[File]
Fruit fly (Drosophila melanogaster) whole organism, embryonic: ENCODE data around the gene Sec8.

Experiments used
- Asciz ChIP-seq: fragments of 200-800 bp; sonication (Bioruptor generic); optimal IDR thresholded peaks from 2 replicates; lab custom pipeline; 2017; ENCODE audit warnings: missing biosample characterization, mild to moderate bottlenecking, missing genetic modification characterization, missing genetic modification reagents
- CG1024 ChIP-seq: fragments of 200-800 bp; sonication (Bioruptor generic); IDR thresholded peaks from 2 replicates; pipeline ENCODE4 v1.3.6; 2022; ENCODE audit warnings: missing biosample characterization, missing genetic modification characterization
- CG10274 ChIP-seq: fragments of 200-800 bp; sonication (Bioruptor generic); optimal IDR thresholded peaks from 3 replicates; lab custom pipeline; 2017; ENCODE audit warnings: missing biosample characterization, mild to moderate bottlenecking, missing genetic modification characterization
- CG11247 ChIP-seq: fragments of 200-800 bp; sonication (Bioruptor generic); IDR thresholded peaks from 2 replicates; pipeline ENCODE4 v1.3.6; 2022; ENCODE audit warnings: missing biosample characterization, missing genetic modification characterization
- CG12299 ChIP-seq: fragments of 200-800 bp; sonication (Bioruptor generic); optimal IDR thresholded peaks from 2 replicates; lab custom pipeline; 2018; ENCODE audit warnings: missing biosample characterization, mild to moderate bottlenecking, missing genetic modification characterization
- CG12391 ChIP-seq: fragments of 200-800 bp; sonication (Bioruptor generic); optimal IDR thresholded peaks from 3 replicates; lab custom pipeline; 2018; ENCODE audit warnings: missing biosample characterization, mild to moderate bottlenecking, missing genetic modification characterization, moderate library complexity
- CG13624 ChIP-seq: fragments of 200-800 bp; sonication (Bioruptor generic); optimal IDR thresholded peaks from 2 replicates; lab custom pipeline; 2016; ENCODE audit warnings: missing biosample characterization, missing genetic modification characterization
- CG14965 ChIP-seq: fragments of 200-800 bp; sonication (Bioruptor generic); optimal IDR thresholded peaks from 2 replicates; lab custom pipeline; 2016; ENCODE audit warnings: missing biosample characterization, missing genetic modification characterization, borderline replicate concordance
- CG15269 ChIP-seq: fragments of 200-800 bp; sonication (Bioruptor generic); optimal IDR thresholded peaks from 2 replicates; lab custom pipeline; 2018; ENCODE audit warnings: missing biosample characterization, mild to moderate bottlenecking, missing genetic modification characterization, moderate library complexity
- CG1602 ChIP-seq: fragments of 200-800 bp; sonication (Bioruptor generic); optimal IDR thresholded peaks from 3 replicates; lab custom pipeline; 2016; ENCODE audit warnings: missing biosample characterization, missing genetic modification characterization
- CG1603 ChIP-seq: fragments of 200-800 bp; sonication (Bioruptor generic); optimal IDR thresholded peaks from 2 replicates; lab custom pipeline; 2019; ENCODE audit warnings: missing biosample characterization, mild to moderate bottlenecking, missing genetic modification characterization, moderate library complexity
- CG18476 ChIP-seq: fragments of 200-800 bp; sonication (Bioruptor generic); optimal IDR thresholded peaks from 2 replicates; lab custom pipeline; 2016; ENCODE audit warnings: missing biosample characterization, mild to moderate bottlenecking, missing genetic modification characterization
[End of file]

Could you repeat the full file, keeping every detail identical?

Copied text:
Fruit fly (Drosophila melanogaster) whole organism, embryonic: ENCODE data around the gene Sec8.

Experiments used
- Asciz ChIP-seq: fragments of 200-800 bp; sonication (Bioruptor generic); optimal IDR thresholded peaks from 2 replicates; lab custom pipeline; 2017; ENCODE audit warnings: missing biosample characterization, mild to moderate bottlenecking, missing genetic modification characterization, missing genetic modification reagents
- CG1024 ChIP-seq: fragments of 200-800 bp; sonication (Bioruptor generic); IDR thresholded peaks from 2 replicates; pipeline ENCODE4 v1.3.6; 2022; ENCODE audit warnings: missing biosample characterization, missing genetic modification characterization
- CG10274 ChIP-seq: fragments of 200-800 bp; sonication (Bioruptor generic); optimal IDR thresholded peaks from 3 replicates; lab custom pipeline; 2017; ENCODE audit warnings: missing biosample characterization, mild to moderate bottlenecking, missing genetic modification characterization
- CG11247 ChIP-seq: fragments of 200-800 bp; sonication (Bioruptor generic); IDR thresholded peaks from 2 replicates; pipeline ENCODE4 v1.3.6; 2022; ENCODE audit warnings: missing biosample characterization, missing genetic modification characterization
- CG12299 ChIP-seq: fragments of 200-800 bp; sonication (Bioruptor generic); optimal IDR thresholded peaks from 2 replicates; lab custom pipeline; 2018; ENCODE audit warnings: missing biosample characterization, mild to moderate bottlenecking, missing genetic modification characterization
- CG12391 ChIP-seq: fragments of 200-800 bp; sonication (Bioruptor generic); optimal IDR thresholded peaks from 3 replicates; lab custom pipeline; 2018; ENCODE audit warnings: missing biosample characterization, mild to moderate bottlenecking, missing genetic modification characterization, moderate library complexity
- CG13624 ChIP-seq: fragments of 200-800 bp; sonication (Bioruptor generic); optimal IDR thresholded peaks from 2 replicates; lab custom pipeline; 2016; ENCODE audit warnings: missing biosample characterization, missing genetic modification characterization
- CG14965 ChIP-seq: fragments of 200-800 bp; sonication (Bioruptor generic); optimal IDR thresholded peaks from 2 replicates; lab custom pipeline; 2016; ENCODE audit warnings: missing biosample characterization, missing genetic modification characterization, borderline replicate concordance
- CG15269 ChIP-seq: fragments of 200-800 bp; sonication (Bioruptor generic); optimal IDR thresholded peaks from 2 replicates; lab custom pipeline; 2018; ENCODE audit warnings: missing biosample characterization, mild to moderate bottlenecking, missing genetic modification characterization, moderate library complexity
- CG1602 ChIP-seq: fragments of 200-800 bp; sonication (Bioruptor generic); optimal IDR thresholded peaks from 3 replicates; lab custom pipeline; 2016; ENCODE audit warnings: missing biosample characterization, missing genetic modification characterization
- CG1603 ChIP-seq: fragments of 200-800 bp; sonication (Bioruptor generic); optimal IDR thresholded peaks from 2 replicates; lab custom pipeline; 2019; ENCODE audit warnings: missing biosample characterization, mild to moderate bottlenecking, missing genetic modification characterization, moderate library complexity
- CG18476 ChIP-seq: fragments of 200-800 bp; sonication (Bioruptor generic); optimal IDR thresholded peaks from 2 replicates; lab custom pipeline; 2016; ENCODE audit warnings: missing biosample characterization, mild to moderate bottlenecking, missing genetic modification characterization